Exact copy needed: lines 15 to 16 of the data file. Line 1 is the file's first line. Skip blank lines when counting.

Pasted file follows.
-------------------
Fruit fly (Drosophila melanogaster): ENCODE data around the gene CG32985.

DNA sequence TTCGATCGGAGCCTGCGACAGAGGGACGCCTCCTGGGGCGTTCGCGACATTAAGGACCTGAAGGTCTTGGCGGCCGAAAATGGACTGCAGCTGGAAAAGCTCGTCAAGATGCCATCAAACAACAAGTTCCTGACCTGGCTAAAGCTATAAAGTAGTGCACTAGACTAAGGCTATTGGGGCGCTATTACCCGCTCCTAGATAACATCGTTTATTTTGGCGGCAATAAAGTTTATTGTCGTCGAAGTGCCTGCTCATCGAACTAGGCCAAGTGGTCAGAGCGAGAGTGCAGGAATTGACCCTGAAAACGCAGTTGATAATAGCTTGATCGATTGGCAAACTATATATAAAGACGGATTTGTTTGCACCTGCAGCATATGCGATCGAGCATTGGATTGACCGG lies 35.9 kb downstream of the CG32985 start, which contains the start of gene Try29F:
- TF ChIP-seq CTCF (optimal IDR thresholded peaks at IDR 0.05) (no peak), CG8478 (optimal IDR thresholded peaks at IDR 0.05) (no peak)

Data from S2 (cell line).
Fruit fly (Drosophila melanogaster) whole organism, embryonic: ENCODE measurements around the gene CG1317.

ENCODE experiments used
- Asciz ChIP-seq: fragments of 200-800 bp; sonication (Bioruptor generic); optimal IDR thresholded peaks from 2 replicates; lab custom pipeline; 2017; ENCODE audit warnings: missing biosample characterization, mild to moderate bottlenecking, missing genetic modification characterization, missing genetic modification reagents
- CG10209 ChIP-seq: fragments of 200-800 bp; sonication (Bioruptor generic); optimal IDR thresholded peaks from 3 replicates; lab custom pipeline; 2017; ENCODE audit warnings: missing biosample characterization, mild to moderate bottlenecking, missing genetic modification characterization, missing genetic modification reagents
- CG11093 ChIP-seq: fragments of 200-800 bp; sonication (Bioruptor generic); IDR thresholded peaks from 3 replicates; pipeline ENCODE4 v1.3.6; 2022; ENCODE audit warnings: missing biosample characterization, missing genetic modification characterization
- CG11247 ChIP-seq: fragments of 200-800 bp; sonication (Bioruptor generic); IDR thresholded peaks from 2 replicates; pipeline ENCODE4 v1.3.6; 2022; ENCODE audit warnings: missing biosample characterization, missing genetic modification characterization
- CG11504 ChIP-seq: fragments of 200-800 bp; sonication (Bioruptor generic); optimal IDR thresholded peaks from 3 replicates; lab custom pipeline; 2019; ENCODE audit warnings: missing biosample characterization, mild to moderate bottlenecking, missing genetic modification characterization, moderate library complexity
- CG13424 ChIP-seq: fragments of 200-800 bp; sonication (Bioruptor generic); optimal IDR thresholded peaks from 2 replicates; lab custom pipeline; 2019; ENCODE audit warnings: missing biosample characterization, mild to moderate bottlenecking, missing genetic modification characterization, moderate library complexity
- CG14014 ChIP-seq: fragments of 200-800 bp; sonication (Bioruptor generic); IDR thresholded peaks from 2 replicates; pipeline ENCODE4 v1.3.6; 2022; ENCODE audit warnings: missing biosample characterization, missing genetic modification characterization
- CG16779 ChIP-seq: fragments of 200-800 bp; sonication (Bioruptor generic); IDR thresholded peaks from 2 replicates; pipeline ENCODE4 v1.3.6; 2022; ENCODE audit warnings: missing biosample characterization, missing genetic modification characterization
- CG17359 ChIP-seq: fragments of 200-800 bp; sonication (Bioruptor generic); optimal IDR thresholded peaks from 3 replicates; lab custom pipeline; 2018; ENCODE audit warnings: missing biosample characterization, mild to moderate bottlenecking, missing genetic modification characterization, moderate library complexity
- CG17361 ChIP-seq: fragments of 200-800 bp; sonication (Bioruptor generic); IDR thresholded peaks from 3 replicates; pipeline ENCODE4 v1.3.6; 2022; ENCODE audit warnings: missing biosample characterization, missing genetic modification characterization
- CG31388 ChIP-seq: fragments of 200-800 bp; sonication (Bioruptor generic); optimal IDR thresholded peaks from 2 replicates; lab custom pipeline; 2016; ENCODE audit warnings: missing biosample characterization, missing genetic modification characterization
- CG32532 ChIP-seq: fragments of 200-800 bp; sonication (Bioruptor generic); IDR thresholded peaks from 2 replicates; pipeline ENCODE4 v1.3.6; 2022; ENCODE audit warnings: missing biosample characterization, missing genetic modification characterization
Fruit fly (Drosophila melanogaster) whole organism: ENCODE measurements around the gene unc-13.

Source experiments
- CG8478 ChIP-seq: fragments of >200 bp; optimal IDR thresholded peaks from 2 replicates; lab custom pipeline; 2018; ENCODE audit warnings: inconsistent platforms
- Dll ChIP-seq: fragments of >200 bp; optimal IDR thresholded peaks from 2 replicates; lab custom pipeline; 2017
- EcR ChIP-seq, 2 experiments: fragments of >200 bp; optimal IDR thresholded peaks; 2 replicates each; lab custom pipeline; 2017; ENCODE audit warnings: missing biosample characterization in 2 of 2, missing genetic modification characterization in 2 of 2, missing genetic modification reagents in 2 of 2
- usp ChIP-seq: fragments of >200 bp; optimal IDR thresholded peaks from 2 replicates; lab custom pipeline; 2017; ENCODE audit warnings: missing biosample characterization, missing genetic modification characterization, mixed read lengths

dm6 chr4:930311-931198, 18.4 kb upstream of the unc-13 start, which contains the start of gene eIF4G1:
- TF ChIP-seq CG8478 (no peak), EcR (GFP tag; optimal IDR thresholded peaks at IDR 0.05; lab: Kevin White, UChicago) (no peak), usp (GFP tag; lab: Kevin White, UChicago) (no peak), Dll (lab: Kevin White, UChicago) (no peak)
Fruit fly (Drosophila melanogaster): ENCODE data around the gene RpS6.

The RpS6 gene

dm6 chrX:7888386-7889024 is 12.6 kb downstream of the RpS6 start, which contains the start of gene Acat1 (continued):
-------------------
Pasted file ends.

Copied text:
- CG17359 ChIP-seq: fragments of 200-800 bp; sonication (Bioruptor generic); optimal IDR thresholded peaks from 3 replicates; lab custom pipeline; 2018; ENCODE audit warnings: missing biosample characterization, mild to moderate bottlenecking, missing genetic modification characterization, moderate library complexity
- CG17361 ChIP-seq: fragments of 200-800 bp; sonication (Bioruptor generic); IDR thresholded peaks from 3 replicates; pipeline ENCODE4 v1.3.6; 2022; ENCODE audit warnings: missing biosample characterization, missing genetic modification characterization